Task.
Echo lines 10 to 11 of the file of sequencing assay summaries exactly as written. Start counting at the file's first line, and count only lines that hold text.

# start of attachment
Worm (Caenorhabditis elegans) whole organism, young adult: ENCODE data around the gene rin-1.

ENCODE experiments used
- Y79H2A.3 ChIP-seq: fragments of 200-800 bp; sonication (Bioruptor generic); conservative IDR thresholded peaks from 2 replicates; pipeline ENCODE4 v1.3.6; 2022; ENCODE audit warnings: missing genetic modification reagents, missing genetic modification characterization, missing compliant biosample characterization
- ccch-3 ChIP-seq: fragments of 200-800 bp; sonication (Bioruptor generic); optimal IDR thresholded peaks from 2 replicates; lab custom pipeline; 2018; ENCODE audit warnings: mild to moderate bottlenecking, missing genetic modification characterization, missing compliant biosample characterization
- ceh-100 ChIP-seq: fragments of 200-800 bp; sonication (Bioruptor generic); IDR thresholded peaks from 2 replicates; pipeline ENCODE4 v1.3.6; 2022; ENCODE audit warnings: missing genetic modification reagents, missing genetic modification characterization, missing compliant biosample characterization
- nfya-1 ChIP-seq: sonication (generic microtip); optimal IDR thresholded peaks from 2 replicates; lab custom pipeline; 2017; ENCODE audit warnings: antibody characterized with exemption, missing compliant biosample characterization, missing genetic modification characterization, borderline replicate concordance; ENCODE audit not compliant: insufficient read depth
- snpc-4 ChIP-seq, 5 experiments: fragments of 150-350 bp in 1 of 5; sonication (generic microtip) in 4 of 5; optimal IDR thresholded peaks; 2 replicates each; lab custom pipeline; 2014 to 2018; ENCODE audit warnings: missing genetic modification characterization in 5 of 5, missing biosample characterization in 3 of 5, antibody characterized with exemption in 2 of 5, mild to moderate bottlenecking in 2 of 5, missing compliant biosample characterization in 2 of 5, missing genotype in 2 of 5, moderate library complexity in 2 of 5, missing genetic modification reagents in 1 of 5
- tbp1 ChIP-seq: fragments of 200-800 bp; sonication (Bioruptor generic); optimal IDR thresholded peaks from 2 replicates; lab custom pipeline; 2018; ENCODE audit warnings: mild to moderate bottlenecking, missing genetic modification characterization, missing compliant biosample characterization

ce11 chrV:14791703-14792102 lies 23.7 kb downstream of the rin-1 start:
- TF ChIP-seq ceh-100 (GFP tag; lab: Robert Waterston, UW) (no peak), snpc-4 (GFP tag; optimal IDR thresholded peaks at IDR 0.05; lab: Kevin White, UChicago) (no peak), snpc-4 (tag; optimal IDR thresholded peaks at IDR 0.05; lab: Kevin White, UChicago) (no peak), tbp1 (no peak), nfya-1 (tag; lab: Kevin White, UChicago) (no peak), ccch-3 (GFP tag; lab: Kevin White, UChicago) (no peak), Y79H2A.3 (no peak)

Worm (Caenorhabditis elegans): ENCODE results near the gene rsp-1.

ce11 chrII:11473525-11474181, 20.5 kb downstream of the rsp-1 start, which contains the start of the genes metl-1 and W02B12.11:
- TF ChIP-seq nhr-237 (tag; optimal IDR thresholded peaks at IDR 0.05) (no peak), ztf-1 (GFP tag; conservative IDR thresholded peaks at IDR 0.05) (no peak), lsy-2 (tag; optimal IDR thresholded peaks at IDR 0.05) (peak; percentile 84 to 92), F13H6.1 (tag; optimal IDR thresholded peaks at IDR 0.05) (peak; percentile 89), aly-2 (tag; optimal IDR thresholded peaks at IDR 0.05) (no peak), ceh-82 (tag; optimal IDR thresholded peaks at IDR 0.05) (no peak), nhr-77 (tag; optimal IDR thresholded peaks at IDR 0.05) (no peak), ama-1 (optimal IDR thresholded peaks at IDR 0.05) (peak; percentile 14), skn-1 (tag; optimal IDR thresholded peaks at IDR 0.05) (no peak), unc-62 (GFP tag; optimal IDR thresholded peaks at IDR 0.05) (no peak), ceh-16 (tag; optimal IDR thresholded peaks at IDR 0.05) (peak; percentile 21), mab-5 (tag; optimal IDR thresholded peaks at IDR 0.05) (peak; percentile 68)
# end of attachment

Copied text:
- TF ChIP-seq ceh-100 (GFP tag; lab: Robert Waterston, UW) (no peak), snpc-4 (GFP tag; optimal IDR thresholded peaks at IDR 0.05; lab: Kevin White, UChicago) (no peak), snpc-4 (tag; optimal IDR thresholded peaks at IDR 0.05; lab: Kevin White, UChicago) (no peak), tbp1 (no peak), nfya-1 (tag; lab: Kevin White, UChicago) (no peak), ccch-3 (GFP tag; lab: Kevin White, UChicago) (no peak), Y79H2A.3 (no peak)

Worm (Caenorhabditis elegans): ENCODE results near the gene rsp-1.